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Old accordions

Scuromondo

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What happens if an accordion is never played for a long time?
Should one avoid buying such an accordion?
Leather and wax dry out so depending on the quality of the accordion, how carefully it was stored, and how long “a long time” is, it might not need anything. More likely, it might need at least a few hundred dollars in routine maintenance. Possibly, it might also require a full rewaxing, re-leathering and retuning, which (assuming it is a full sized accordion) will easily cost more than $1,000.

Unfortunately, the question of whether or not you should buy any specific accordion is one that never yields a straightforward “yes/no” response. It depends on how much you initially pay for the accordion, how much you will have to spend to make it playable, and what your sentimental attachments to it might be.
 

debra

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People do say that not playing is bad for an accordion, but an accordion also wears out from playing a lot. For instance, reeds do go out of tune more from playing a lot than from not playing at all. On the other hand, leathers benefit from being used and become stiff sooner when not used. For the ageing of wax it doesn't matter. Mechanics also last essentially forever. An accordion that hasn't been used for 10 years should still be good. 50 years... that's another matter of course...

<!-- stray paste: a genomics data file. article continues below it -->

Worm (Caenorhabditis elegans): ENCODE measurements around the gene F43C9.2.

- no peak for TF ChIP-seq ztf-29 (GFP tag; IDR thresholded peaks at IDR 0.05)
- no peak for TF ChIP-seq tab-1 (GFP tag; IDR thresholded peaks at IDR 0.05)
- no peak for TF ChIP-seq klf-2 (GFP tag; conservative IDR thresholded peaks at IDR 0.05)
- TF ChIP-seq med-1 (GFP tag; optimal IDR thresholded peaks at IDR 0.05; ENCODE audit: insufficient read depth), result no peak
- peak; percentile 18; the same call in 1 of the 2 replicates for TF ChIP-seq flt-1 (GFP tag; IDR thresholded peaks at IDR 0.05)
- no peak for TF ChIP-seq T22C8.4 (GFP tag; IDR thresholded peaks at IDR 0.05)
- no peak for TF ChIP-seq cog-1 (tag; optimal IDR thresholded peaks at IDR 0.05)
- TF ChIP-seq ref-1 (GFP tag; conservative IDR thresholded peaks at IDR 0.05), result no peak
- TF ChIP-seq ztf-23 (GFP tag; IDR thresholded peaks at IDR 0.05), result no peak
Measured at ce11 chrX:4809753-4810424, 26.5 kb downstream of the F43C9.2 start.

oldbayan

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Mechanics also last essentially forever.
Except when the instrument was kept in a place with too much humidity and rust has formed on ferrous parts! Like springs.
I once was given an Atlantic IV to tune. It was played very regularly by a teacher/performer so it was definitely not just stored. The reeds were seriously rusted. The owner was living by the coast (in Holland) and the salty moist hour essentially killed the reeds, whether it was played or not.
 
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debra

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Except when the instrument was kept in a place with too much humidity and rust has formed on ferrous parts! Like springs.
Very true, but the same is true whether the instrument is stored there of just kept there and played for hours every day...
 

JeffJetton

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I think of old accordions like old cars. If an old car is driven now and then and/or if it's stored properly, there's a better chance it's still in good shape. If it's just been sitting in the back of a barn for decades, you're probably in trouble.
 

jozz

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why not buy if the hardware is okay: like bellows and treble and bass action

reeds can be replaced/upgraded and you are always looking at a wax/tune job
 

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